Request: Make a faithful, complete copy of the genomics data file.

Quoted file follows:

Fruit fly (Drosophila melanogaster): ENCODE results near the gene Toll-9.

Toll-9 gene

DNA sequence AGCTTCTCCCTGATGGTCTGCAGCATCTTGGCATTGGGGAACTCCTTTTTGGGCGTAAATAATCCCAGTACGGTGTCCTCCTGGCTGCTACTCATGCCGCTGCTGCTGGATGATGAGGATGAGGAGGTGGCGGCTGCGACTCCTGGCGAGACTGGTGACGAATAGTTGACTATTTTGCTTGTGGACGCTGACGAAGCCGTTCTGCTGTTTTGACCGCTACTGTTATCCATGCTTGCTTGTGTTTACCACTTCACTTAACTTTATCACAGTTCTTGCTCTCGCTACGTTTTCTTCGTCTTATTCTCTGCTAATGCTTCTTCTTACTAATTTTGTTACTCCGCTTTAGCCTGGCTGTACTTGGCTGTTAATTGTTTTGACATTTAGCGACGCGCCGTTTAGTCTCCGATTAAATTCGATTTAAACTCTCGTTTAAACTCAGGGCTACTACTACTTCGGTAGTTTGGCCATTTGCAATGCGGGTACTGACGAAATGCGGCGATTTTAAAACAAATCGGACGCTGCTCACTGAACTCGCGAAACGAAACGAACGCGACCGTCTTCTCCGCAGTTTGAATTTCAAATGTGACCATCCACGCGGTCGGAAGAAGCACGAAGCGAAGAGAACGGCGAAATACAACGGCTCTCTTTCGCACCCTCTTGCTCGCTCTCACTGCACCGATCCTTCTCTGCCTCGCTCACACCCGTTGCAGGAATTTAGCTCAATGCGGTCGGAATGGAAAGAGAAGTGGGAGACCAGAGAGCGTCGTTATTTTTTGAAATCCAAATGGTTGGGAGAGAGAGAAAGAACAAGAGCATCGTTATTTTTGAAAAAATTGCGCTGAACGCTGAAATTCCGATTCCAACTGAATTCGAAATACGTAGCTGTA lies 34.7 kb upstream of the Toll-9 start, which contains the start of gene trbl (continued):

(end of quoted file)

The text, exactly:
Fruit fly (Drosophila melanogaster): ENCODE results near the gene Toll-9.

Toll-9 gene

DNA sequence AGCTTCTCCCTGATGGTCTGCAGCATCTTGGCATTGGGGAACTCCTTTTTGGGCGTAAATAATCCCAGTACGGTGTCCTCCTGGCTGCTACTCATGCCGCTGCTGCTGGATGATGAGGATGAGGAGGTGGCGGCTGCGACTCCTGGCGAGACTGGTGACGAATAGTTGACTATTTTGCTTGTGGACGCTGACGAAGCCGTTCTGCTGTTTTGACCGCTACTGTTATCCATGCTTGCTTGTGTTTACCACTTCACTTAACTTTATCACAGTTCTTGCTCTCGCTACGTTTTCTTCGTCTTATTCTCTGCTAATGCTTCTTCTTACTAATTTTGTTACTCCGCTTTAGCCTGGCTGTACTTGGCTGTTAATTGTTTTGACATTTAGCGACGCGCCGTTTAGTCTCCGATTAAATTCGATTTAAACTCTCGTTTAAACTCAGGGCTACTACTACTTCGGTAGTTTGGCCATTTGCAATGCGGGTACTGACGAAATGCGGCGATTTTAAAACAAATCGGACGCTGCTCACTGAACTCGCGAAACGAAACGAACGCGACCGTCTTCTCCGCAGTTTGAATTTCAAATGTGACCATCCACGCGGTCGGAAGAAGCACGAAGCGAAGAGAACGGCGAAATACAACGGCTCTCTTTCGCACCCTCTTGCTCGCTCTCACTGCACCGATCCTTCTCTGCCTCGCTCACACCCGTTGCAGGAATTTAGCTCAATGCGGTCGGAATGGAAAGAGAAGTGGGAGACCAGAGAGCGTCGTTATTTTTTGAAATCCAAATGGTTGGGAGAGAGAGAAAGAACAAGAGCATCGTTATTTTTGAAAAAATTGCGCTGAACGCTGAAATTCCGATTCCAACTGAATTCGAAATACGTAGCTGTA lies 34.7 kb upstream of the Toll-9 start, which contains the start of gene trbl (continued):